The OpenFog Consortium, initiated last year by Cisco to promote harmonisation in edge computing (aka fog computing) architecture for IoT networks, will release the first version of its reference architecture in September, ahead of its next members’ meeting scheduled for Austin, Texas September 27-28.
OpenFog Consortium chair and senior director of Cisco’s Corporate Strategic Innovations Group, Helder Antunes, announced the move in a Cisco blog post, saying: “We now have a global footprint that has validated the growing market confidence in the necessity of a fog computing approach. We will continue to grow and expand as IoT deployments become more dependent on integrated cloud to fog capabilities.”
He urged organisations “working in complex or mission-critical IoT, artificial intelligence, autonomous vehicles, or other advanced digital scenarios,” to join the consortium, saying it now had more than 40 members and was on track to meet its first year goal of 50. “Just this month we welcomed several new members, including AT&T and five companies from Japan and Taiwan.”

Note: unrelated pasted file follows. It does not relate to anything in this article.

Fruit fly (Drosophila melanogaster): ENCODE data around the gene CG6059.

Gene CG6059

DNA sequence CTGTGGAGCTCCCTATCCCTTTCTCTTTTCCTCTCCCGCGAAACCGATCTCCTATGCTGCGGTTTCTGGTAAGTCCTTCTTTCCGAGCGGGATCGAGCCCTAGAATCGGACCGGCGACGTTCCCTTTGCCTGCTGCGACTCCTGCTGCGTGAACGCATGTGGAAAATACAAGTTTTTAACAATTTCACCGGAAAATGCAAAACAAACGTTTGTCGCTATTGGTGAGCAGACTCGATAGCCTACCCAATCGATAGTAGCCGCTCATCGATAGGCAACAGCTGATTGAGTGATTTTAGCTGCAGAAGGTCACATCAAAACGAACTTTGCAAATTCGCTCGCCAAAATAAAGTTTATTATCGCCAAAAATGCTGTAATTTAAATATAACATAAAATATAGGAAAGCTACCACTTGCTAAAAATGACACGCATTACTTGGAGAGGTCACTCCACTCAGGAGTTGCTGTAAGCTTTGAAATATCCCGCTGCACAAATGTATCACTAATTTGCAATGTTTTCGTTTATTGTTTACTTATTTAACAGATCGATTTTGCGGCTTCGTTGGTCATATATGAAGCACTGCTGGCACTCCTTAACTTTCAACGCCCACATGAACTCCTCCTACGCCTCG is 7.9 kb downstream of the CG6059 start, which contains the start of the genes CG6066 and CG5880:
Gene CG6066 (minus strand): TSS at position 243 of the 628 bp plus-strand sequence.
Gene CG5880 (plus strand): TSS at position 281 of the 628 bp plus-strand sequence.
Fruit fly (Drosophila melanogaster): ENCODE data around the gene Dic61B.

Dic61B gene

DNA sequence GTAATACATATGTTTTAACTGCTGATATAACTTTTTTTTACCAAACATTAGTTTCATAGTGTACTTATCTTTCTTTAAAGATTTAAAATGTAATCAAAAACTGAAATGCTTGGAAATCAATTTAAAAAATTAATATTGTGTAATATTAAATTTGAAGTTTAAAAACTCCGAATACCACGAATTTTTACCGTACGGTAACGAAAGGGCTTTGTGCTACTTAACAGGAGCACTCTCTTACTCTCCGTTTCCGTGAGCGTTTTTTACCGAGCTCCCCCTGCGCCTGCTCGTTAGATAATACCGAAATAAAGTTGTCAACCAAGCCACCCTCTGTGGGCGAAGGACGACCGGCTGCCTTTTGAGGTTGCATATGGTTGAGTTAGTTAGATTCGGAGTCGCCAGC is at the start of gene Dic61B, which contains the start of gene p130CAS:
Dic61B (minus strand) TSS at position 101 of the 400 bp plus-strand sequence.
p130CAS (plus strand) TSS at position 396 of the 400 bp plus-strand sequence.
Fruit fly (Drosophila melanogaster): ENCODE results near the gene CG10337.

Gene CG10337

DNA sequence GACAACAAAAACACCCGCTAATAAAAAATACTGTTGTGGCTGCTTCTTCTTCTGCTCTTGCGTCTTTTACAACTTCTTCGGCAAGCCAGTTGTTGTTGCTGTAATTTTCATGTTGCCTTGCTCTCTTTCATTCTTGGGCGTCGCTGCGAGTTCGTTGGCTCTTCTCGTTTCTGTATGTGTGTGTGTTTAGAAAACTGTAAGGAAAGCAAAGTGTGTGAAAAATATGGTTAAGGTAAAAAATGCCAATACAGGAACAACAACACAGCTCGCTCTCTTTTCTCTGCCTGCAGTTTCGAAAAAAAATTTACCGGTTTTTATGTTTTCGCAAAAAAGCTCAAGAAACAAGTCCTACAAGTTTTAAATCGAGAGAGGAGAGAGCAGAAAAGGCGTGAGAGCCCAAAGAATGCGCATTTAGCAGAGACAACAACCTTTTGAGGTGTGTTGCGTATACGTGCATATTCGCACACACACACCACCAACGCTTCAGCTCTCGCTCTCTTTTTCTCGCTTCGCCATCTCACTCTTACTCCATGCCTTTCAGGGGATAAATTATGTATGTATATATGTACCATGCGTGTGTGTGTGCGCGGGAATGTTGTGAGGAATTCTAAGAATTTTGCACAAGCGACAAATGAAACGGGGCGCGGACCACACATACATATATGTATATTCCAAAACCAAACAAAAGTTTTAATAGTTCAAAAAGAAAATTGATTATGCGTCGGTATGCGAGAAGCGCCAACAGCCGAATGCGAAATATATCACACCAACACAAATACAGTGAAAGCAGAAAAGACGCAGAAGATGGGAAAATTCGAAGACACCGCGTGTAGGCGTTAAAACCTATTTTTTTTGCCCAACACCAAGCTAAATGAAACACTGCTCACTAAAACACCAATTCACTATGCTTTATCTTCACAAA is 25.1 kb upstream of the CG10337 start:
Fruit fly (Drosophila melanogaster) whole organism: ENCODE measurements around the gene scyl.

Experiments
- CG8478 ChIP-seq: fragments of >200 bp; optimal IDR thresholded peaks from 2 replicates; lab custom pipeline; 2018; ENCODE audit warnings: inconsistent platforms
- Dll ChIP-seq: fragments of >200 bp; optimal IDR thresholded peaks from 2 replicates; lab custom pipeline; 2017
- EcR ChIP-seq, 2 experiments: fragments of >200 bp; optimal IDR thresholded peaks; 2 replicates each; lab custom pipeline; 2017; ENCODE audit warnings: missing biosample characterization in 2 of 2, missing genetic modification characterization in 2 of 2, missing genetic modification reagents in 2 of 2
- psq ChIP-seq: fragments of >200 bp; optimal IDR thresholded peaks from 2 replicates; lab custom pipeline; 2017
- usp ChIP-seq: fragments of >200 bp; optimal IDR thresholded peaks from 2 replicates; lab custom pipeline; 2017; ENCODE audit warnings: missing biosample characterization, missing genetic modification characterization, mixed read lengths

GE Digital and Schneider Electric joined the board in April. “Toshiba became our first member from Japan and is participating, along with SAKURA Internet, Fujitsu, NTT Communications, and several other organisations, in our first country team focused on regional initiatives,” Antunes said.
Antunes attributed the organisation’s growth to its open approach and to the fact that it had adopted “open horizontal architectural approach.”
Cisco seems to have debuted the concept of fog computing in an academic paper from 2012. I found a very good description in an RFP on Cisco’s web site but was able to retrieve it only from Google’s cache, so I have reproduced it.
It made its public debut at a three day conference in Las Vegas in August 2015. The OpenFog Consortium was formed by ARM, Cisco, Dell, Intel, Microsoft and Princeton University, through the Princeton University Edge Laboratory in November 2015.
The consortium released its OpenFog architecture white paper, in February 2016 and formed workgroups to address fog computing challenges in the communication, security, testbeds, manageability and software infrastructure.